The Drought research program at the ARC Centre of Excellence for Climate Extremes is focused on understanding what determines the onset, persistence and termination of drought. We are particularly interested in understanding this for the recent NSW drought (2017 to 2019) and into the future.

After a particularly wet couple of years in Australia, the Bureau of Meteorology declared an El Niño in September 2023. Understanding the link between El Niño and drought is a major research focus in the Drought program. Centre researchers have been busy communicating the impact of El Niño to the Australian community and policymakers and explaining why El Niño can be a challenge to predict.

Centre researchers also invested much effort into understanding the 2017 to 2020 NSW drought, which we named the “Tinderbox Drought”. This drought devastated rural communities and culminated in the Black Summer bushfires. Understanding past events like this drought will help us better prepare for future droughts. A special issue of the journal Climate and Weather Extremes focused on the Tinderbox Drought has been underway throughout 2023. That special issue brings together a cross-section of research focused on improving our understanding of the drought.


What determines the onset, persistence and termination of drought?

Large-scale climate modes, such as El Niño and positive Indian Ocean Dipole events, are often linked to increased drought risk in parts of eastern Australia.

However, the weather processes connecting these broad-scale distant features to local rainfall are unclear.


Why did the 2017 to 2020 drought in eastern Australia develop and what made it so impactful?

This case study has focused on the combined efforts of the Drought research program with a diversity of research being done to define the characteristics, the small- and large-scale drivers, and the predictability of the Tinderbox Drought (the 2017 to 2020 NSW drought).

For example, did interactions between the land and the atmosphere intensify the hot and dry extremes towards the end of the Tinderbox Drought and during Australia’s Black Summer fire disaster that punctuated the end of this severe drought?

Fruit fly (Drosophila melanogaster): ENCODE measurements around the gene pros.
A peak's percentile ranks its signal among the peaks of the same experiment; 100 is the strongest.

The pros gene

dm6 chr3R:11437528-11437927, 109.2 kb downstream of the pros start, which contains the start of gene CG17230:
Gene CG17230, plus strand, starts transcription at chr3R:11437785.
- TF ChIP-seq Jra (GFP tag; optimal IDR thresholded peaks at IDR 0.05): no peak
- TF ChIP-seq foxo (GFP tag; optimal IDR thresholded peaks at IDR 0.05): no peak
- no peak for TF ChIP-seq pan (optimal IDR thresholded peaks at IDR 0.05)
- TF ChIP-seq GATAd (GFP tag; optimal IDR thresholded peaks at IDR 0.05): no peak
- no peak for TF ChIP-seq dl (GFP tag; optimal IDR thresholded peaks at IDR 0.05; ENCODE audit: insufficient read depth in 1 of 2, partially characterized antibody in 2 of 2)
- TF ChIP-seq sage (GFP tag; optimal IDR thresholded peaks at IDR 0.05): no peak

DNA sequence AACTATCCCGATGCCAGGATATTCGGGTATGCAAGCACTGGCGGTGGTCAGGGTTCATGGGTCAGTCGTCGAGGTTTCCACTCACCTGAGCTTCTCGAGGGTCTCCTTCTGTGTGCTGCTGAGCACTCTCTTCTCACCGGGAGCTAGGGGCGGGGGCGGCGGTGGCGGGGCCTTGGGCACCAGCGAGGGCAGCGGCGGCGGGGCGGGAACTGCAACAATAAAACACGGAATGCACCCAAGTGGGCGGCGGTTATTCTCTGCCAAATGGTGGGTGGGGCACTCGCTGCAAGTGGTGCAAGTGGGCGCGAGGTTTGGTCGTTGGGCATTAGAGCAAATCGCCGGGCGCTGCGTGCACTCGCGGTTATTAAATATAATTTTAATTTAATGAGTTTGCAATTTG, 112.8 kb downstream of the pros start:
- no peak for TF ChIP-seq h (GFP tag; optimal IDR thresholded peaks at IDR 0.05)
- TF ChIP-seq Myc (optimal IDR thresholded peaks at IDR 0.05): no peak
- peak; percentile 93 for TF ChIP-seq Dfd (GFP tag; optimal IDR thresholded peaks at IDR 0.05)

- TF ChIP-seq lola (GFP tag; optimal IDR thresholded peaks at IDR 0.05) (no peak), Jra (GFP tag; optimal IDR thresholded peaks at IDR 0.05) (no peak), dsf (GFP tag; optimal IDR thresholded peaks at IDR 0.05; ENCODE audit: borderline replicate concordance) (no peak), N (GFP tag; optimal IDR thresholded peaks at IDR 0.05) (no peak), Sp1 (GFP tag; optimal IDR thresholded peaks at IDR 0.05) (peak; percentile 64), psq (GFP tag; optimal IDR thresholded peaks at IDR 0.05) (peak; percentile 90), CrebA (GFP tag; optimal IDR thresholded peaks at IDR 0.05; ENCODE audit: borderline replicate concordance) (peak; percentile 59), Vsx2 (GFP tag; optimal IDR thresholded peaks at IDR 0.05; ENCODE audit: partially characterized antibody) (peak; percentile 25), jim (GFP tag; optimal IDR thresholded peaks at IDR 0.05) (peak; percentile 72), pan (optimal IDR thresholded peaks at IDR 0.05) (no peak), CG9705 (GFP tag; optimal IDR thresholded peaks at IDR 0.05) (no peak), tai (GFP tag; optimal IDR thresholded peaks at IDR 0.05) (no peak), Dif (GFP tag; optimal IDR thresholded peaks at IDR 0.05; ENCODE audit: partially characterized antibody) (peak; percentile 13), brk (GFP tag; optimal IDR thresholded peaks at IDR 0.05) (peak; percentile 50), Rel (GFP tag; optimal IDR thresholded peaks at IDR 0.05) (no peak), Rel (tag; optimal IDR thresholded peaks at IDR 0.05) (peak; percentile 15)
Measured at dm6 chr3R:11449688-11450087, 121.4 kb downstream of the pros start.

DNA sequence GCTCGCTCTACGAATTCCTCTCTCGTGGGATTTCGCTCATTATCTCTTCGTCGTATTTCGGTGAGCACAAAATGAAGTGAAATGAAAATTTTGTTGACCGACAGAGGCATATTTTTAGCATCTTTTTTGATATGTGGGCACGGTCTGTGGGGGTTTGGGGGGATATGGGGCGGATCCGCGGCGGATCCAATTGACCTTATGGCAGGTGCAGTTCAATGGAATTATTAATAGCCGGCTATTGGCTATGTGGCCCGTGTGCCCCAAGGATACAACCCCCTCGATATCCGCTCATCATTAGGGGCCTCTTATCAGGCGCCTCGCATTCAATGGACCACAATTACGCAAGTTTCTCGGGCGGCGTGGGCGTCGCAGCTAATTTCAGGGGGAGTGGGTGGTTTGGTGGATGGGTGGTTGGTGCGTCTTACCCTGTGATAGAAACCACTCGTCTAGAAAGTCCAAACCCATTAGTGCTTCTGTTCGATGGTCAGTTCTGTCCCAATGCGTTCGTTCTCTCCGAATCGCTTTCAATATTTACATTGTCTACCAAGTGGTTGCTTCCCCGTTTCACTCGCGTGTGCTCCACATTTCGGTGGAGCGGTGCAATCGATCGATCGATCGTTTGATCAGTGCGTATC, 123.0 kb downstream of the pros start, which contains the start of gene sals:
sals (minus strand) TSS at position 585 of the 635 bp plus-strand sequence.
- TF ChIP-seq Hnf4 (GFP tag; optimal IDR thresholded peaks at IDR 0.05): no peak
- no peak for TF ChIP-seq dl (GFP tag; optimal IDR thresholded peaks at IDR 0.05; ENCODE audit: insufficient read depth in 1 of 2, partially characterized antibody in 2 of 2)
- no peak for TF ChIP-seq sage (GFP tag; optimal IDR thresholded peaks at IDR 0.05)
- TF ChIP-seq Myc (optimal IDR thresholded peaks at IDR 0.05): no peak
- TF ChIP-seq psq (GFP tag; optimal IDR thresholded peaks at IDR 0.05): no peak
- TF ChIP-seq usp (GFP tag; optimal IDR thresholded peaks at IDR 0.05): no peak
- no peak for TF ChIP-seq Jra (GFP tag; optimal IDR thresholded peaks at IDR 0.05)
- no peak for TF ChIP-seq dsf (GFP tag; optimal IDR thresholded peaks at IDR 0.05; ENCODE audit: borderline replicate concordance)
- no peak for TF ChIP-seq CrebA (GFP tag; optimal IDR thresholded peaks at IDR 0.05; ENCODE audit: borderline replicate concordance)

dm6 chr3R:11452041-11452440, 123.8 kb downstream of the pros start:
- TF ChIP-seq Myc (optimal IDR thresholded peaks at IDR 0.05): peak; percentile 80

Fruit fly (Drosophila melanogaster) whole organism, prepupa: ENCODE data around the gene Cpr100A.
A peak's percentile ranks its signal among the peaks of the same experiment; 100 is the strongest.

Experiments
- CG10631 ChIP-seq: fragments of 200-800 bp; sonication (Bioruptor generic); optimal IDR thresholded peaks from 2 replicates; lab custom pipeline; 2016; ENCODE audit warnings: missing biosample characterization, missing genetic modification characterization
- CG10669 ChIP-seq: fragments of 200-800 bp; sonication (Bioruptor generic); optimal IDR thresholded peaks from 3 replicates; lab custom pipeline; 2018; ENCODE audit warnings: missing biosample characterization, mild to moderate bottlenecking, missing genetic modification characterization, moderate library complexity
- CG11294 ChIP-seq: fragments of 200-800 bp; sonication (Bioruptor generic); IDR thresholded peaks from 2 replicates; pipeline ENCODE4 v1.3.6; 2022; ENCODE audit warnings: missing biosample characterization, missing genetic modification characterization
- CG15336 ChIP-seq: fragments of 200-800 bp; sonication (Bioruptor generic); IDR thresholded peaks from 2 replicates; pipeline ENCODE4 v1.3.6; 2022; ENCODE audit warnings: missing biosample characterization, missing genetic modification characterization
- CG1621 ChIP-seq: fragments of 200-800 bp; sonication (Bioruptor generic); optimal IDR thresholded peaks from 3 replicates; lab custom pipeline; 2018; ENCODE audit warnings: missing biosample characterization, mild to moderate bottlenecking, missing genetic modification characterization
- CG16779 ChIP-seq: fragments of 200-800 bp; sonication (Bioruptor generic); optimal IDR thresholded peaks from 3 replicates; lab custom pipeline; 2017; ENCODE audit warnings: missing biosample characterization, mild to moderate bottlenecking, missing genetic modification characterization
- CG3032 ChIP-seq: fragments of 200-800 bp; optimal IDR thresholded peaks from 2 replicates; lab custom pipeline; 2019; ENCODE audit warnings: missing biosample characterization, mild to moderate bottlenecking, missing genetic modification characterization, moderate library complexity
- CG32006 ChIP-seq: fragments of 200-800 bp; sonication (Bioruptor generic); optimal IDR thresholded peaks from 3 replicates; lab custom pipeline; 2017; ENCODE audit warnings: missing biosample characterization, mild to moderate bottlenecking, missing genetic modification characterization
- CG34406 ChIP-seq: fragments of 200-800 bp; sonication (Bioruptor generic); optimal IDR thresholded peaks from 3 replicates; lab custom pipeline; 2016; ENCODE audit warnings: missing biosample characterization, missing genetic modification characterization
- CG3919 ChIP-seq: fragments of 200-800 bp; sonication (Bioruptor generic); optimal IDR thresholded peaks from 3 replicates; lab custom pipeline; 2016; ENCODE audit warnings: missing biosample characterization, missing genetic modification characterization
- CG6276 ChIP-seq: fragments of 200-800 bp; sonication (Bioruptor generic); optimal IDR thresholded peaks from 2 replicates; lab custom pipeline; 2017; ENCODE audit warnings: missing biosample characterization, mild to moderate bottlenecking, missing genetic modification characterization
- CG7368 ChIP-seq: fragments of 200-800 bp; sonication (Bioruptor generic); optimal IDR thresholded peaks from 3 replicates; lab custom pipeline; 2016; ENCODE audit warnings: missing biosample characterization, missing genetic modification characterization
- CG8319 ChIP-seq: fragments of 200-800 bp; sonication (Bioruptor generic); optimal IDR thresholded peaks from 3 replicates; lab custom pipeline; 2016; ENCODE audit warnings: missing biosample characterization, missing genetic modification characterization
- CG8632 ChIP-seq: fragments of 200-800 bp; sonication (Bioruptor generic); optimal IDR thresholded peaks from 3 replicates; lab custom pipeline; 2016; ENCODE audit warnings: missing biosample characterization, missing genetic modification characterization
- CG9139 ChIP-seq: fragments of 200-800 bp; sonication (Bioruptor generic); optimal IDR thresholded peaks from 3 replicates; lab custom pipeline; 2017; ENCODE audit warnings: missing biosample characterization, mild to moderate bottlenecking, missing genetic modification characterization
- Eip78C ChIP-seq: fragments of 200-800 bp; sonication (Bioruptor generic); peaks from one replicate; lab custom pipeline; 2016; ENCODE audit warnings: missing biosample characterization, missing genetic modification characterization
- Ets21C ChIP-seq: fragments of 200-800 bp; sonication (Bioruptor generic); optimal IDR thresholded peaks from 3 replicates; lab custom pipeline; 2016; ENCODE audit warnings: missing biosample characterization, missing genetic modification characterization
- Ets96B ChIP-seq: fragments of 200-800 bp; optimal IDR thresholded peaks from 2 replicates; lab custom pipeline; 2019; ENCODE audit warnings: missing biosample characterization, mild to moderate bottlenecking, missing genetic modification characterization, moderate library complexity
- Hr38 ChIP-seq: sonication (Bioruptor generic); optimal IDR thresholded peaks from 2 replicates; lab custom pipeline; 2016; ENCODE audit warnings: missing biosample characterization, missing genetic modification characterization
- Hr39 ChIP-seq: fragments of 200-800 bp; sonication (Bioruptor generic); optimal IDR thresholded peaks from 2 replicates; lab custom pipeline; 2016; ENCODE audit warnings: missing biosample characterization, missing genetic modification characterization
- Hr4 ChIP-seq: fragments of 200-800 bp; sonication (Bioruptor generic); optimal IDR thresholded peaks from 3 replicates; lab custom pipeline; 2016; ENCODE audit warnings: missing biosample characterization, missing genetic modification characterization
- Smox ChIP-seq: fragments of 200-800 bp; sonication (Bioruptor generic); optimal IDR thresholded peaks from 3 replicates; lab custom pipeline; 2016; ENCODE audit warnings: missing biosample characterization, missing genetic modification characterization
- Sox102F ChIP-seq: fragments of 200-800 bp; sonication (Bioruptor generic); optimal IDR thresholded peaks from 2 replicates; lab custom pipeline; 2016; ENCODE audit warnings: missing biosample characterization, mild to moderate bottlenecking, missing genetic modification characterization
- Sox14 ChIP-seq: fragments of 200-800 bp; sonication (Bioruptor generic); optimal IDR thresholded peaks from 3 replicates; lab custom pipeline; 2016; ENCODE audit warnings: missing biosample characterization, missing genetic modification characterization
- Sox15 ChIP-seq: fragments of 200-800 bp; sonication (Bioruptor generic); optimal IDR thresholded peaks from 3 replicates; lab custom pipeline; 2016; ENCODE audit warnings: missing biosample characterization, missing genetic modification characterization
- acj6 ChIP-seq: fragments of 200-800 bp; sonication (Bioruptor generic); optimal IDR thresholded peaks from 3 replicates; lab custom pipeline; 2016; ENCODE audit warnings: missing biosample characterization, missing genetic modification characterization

Centre Chief Investigator, Professor Nerilie Abram, contributed to a study on understanding groundwater recharge in southwestern Australia. This area of Australia
is particularly affected by reduced rainfall caused by human activities. Recent shifts in rainfall patterns have slowed the recharge of groundwater reserves, risking water supply to local communities. By analysing changes in cave stalagmites, the researchers showed that the decline in groundwater recharge over recent decades is unprecedented in the past 800 years. This points to an increasing impact of climate change on water availability in this region.

To further investigate how water availability has changed over many years, Centre researchers created computer simulations of the climate that go back a thousand years. These extended simulations help scientists get a clearer picture of how the climate and water resources change on their own, without any human impact. This understanding helps them predict what could happen as the climate gets warmer. These simulations will contribute to a major international modelling effort to understand past climate variations.

Priestley, S.C., Treble, P.C., Griffiths, A.D. et al. Caves demonstrate decrease in rainfall recharge of south-west Australian groundwater is unprecedented for the last 800 years. Communications Earth &Environment 4, 206 (2023). 00858-7.


While predicting when droughts will begin is important, understanding when a drought will end is equally important. Centre postdoctoral fellow Dr Anjana Devanand led a study that developed a method to predict the chance that drought will end in the next four, eight or 12 weeks. For any location in southeast Australia that is currently in drought, the method uses a logistic regression model to take the current conditions and determine the likelihood that the drought will end according to the historical record.

The study found that the state of large-scale climate modes in the tropical Pacific Ocean (El Niño-Southern Oscillation) and tropical Indian Ocean (Indian Ocean Dipole) could alter the chances of a drought ending by up to 20 per cent. During ongoing droughts, estimates of drought recovery within sub-seasonal timescales are valuable for risk management, particularly within the agricultural and water resource sectors.

Devanand, A., J. P. Evans, G. Abramowitz, S. Hobeichi, and A. J. Pitman, 2023: What is the probability that a drought will break in Australia? Weather and Climate Extremes, 41, 100598, https://doi. org/10.1016/j.wace.2023.100598.